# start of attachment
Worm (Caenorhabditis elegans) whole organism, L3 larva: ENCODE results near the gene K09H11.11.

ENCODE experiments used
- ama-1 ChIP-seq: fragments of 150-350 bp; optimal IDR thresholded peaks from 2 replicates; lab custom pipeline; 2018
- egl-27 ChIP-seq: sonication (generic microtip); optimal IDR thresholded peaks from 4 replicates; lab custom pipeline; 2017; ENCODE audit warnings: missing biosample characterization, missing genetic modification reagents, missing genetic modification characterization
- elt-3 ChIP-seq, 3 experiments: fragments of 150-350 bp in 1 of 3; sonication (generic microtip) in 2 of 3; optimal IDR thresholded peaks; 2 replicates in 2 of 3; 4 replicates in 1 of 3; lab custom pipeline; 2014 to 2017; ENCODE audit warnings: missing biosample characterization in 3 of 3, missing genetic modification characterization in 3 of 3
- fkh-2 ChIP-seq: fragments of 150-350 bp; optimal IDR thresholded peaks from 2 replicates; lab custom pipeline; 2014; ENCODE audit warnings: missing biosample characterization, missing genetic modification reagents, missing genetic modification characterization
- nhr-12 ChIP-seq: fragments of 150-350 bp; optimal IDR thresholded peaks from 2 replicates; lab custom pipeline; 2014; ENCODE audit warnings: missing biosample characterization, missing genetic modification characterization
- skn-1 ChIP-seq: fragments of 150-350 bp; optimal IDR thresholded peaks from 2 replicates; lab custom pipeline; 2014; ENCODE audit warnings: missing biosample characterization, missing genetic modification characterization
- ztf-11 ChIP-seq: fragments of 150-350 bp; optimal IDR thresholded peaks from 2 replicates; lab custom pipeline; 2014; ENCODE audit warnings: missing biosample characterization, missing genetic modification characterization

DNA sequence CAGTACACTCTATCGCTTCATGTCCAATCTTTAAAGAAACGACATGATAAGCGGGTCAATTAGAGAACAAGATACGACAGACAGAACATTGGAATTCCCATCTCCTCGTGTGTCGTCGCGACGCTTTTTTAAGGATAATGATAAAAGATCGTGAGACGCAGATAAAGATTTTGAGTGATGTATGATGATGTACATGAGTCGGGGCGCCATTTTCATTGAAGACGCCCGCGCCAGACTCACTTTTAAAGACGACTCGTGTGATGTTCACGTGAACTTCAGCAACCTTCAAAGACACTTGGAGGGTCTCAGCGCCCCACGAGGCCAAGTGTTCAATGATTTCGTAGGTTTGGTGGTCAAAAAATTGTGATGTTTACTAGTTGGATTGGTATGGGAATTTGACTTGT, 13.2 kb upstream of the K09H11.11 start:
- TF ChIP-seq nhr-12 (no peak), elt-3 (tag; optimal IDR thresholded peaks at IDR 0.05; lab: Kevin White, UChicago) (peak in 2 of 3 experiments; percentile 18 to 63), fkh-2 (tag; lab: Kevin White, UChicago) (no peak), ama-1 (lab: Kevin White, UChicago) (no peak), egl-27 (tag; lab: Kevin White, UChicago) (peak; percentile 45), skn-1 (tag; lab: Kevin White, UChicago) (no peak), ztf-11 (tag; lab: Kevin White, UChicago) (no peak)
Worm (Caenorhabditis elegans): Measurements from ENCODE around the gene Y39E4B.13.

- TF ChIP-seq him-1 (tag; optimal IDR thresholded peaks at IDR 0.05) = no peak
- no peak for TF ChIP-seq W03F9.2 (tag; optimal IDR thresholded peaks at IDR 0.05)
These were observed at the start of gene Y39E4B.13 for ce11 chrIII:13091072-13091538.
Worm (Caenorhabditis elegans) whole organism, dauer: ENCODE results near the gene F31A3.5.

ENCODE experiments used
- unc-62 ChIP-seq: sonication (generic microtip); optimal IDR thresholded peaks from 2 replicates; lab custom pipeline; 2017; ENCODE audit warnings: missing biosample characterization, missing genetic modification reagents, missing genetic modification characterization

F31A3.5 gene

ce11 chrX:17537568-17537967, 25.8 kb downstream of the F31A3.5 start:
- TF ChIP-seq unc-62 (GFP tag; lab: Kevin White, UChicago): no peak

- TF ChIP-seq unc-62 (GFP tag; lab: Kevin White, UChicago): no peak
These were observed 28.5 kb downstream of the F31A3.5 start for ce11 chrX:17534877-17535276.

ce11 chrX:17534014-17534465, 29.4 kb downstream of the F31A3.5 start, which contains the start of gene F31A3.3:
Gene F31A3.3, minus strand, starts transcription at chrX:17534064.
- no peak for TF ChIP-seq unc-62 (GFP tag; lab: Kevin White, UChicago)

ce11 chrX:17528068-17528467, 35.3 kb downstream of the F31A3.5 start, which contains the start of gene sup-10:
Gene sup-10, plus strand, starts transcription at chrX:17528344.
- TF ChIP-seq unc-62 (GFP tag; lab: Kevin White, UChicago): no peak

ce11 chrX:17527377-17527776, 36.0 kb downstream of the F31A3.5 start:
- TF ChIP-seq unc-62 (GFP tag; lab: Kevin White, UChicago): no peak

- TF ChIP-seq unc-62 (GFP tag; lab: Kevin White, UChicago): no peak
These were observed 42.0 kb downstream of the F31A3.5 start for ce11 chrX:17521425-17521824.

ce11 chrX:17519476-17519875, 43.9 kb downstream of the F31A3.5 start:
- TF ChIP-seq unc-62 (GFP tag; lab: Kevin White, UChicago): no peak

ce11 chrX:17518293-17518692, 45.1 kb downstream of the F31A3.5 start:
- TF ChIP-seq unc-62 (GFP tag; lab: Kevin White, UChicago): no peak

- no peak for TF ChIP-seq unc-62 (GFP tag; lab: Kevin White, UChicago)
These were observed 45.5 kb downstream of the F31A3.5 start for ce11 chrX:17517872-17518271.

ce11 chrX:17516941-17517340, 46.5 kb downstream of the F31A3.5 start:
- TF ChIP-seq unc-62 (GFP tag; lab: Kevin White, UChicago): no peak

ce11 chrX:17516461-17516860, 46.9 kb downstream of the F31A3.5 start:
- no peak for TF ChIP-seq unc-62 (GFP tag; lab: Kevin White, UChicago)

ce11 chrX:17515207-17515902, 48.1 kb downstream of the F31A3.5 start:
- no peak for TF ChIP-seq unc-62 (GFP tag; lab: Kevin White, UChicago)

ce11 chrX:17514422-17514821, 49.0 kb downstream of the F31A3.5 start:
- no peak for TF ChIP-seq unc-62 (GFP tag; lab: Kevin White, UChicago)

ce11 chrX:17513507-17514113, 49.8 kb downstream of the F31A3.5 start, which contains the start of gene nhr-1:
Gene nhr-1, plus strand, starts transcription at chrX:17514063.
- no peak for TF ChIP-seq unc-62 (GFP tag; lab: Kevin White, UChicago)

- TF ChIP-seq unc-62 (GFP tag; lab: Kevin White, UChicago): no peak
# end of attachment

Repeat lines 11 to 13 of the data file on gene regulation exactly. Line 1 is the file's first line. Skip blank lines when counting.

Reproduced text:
- TF ChIP-seq nhr-12 (no peak), elt-3 (tag; optimal IDR thresholded peaks at IDR 0.05; lab: Kevin White, UChicago) (peak in 2 of 3 experiments; percentile 18 to 63), fkh-2 (tag; lab: Kevin White, UChicago) (no peak), ama-1 (lab: Kevin White, UChicago) (no peak), egl-27 (tag; lab: Kevin White, UChicago) (peak; percentile 45), skn-1 (tag; lab: Kevin White, UChicago) (no peak), ztf-11 (tag; lab: Kevin White, UChicago) (no peak)
Worm (Caenorhabditis elegans): Measurements from ENCODE around the gene Y39E4B.13.

- TF ChIP-seq him-1 (tag; optimal IDR thresholded peaks at IDR 0.05) = no peak